Gael Ùr

Toward a Progressive Pagan Culture

  • Home
    Home This is where you can find all the blog posts throughout the site.
  • Tags
    Tags Displays a list of tags that have been used in the blog.
  • Bloggers
    Bloggers Search for your favorite blogger from this site.
  • Login
    Login Login form
C.S. MacCath

C.S. MacCath

C.S. MacCath is a writer of fiction, non-fiction and poetry whose work has appeared in Strange Horizons, Clockwork Phoenix: Tales of Beauty and Strangeness, Murky Depths, Witches & Pagans and other publications. Her poetry has been nominated twice for the Rhysling Award, and her fiction has received honorable mention in The Year's Best Science Fiction: Twenty-Sixth Annual Collection.

Ceallaigh's first collection of fiction and poetry entitled The Ruin of Beltany Ring has been called 'wonderful, thoroughly engaging, always amazing', a book of 'tiny marvels' and 'well-worth reading'. At present, she's working on a science fiction series entitled Petals of the Twenty Thousand Blossom and a second collection of fiction and poetry.
 

Posted by on in Culture Blogs
Last modified on
Recent Comments - Show all comments
  • James Taylor
    James Taylor says #
    Thank You C.S. MacCath!!! This is powerful and inspiring information. I look forward to the next Vegan Pagan blog posts. I feel th
  • C.S. MacCath
    C.S. MacCath says #
    Thanks so much for saying so. The next Vegan Pagan blog post will conclude the series, but I am planning to begin work on a monthl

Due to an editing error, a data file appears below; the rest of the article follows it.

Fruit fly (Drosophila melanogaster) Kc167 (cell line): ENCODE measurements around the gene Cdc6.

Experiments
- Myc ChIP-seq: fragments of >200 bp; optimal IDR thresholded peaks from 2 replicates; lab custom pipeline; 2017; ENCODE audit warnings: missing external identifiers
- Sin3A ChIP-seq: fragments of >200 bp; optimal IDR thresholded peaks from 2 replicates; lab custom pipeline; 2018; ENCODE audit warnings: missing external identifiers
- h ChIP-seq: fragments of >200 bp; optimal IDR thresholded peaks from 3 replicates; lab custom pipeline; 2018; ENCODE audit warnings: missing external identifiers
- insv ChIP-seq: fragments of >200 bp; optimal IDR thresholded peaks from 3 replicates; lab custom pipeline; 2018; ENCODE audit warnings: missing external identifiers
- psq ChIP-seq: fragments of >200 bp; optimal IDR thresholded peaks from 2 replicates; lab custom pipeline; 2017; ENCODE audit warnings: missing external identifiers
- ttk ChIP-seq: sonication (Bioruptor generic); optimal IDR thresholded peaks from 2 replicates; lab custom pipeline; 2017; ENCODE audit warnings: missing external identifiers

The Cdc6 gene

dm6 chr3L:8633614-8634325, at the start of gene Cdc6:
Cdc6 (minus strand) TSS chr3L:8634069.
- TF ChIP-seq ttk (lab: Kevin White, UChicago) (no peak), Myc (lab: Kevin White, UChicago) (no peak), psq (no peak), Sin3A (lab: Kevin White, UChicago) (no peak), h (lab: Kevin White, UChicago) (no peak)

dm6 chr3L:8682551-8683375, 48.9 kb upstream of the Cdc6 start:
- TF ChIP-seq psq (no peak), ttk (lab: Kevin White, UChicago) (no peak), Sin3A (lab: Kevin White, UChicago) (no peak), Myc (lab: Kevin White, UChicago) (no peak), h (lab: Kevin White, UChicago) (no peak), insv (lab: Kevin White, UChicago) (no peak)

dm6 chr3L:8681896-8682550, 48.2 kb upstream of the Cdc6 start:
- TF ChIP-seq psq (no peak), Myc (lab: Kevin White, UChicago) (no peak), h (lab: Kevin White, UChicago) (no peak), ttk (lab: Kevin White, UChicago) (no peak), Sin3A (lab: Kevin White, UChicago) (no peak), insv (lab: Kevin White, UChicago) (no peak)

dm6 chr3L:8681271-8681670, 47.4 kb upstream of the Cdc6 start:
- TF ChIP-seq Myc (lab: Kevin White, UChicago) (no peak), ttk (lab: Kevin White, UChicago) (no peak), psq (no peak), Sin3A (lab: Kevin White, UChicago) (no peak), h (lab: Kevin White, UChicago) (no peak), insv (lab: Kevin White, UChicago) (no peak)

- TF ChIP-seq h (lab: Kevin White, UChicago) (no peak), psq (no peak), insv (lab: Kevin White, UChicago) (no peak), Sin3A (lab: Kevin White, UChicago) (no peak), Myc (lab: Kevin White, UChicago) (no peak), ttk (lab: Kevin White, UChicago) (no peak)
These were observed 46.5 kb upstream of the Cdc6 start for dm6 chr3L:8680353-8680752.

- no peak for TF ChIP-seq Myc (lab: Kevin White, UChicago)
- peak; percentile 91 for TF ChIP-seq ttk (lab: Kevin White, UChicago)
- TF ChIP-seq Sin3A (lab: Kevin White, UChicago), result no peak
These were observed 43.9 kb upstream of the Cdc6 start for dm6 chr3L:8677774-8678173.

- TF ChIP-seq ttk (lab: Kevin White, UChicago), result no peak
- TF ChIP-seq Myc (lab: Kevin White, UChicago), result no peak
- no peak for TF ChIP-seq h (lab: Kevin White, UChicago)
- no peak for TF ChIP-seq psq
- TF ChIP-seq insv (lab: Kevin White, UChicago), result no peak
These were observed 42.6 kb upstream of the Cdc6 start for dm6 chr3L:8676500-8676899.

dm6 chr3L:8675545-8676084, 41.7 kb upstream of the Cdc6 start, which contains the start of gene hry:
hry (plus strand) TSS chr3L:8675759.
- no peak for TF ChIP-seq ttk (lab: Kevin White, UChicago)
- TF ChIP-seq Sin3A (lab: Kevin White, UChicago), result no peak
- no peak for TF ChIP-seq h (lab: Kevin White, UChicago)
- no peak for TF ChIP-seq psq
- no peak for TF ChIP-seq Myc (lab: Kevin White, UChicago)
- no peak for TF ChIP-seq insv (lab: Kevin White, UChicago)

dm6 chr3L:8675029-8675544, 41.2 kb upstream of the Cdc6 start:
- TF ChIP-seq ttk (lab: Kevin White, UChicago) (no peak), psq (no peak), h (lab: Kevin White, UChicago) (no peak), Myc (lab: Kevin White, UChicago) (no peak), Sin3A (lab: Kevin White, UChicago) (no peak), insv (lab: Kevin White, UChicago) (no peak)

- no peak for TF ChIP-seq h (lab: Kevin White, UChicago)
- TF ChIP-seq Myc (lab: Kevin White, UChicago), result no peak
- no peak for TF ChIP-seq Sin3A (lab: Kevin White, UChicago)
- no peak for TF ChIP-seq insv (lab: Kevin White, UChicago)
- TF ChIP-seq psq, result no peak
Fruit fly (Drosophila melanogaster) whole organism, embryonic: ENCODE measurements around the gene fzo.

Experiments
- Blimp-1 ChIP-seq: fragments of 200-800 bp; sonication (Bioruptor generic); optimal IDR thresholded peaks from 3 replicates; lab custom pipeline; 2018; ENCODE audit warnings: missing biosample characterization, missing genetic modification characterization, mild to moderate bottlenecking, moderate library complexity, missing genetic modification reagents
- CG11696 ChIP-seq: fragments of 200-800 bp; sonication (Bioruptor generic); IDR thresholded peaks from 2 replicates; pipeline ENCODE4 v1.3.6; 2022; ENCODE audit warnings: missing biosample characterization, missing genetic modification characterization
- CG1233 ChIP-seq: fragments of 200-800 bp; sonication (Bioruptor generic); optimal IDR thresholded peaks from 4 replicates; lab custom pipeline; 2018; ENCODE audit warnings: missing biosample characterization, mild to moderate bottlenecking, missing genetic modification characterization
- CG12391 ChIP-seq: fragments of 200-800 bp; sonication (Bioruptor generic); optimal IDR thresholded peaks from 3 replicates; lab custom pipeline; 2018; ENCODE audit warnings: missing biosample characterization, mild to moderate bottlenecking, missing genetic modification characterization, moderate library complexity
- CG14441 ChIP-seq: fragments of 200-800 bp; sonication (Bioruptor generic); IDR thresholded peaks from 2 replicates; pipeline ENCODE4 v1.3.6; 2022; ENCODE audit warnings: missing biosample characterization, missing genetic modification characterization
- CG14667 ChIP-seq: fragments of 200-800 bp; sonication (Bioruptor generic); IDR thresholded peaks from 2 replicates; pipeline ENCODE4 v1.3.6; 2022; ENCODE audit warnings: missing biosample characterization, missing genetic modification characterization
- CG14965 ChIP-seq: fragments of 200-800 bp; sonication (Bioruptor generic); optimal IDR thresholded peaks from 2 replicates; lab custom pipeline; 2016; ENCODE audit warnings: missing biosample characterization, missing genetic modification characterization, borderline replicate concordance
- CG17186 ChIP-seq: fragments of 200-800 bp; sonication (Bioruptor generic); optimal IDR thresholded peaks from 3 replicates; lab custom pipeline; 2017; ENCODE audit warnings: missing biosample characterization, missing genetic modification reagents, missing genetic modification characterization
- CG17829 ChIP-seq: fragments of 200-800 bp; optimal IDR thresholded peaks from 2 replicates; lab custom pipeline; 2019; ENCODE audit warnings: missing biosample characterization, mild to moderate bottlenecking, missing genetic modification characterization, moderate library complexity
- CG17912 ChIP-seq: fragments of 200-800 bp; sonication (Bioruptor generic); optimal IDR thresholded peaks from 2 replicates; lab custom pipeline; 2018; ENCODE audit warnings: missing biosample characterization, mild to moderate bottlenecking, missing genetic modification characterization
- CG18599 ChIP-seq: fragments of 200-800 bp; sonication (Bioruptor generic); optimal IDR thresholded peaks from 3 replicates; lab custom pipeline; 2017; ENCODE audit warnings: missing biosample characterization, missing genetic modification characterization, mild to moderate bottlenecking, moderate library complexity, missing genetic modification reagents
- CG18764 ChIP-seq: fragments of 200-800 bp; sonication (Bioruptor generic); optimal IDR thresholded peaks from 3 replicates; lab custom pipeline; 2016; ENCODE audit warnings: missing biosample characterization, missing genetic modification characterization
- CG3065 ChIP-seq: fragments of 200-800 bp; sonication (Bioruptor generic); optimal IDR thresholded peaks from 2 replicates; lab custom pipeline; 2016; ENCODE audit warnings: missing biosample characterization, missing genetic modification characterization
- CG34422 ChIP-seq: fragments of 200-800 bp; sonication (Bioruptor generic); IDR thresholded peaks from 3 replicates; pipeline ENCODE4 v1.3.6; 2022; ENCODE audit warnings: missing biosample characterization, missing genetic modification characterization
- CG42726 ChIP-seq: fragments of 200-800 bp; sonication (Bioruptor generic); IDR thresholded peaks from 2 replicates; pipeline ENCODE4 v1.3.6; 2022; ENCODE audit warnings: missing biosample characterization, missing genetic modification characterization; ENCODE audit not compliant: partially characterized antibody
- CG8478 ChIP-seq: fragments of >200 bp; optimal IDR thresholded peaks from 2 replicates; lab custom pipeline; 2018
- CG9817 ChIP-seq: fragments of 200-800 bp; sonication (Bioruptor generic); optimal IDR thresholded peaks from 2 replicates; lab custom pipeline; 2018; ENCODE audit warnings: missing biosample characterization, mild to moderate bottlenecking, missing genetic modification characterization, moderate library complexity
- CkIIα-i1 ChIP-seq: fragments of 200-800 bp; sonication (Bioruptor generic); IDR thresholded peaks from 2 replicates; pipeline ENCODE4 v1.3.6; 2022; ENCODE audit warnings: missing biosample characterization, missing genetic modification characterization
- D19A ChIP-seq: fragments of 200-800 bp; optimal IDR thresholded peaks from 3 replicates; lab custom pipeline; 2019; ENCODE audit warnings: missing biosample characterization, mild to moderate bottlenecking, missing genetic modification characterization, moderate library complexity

The Vegan Pagan: Climate Change and Food Equity

After a month's hiatus, I'm back with the next installment of The Vegan Pagan series. If you haven't read the previous installments, you can find them here:

The Vegan Pagan: Introduction
The Vegan Pagan: Interstice the First
The Vegan Pagan: Interstice the Second
The Vegan Pagan: Your Health
The Vegan Pagan: The Case Against Animal Sacrifice

...
Last modified on
The Vegan Pagan: The Case Against Animal Sacrifice

In light of recent Pagan conversations around the blogosphere on the topic of animal sacrifice, I thought I'd skip ahead in the Vegan Pagan series to offer the animal-centric perspective I had scheduled for January. I'll be back on track next month.

Good Samhain to all!

- Ceallaigh


Modern Paganism has more than a few bloody roots. The early Celts practiced both animal sacrifice and human ritual killing1 and might well have engaged in ritual cannibalism under extreme circumstances, as historical and archaeological evidence attests.2 3 Elaborate human sacrifices were performed at the temple in Uppsala and elsewhere in Northern Europe as late as the 10th century AD, and there are well-documented accounts of animal sacrifice as well.4 5 The early Greeks may have engaged in human sacrifice or human ritual killing and certainly engaged in animal sacrifice.6 These are only a few among many examples, as students of pre-Christian religion well know, and they collectively represent a disquieting piece of theological history. However, while most Pagans will agree that cannibalism, human ritual killing and human sacrifice are better abandoned to history, the practice of animal sacrifice has been reconstructed by a few sects of the Pagan community.

...
Last modified on
Recent Comments - Show all comments
  • Sage LeFaye
    Sage LeFaye says #
    I'd like to echo James' sentiment with thanks, as well. Your Vegan Pagan posts are so vitally important. Please continue writing a
  • C.S. MacCath
    C.S. MacCath says #
    Thank you so much, Sage! I took the month of December off to meet a couple of writing deadlines, but I'll be back in a few days wi
  • James Taylor
    James Taylor says #
    Thank you so much for writing these Vegan Pagan blog posts Ceallaigh, they are so amazing and well written. I'm very much looking
  • C.S. MacCath
    C.S. MacCath says #
    Thank you so much for your kind words. They mean a great deal to me, and I'm glad the series is resonating with you. As for the b

Posted by on in Culture Blogs
The Vegan Pagan: Your Health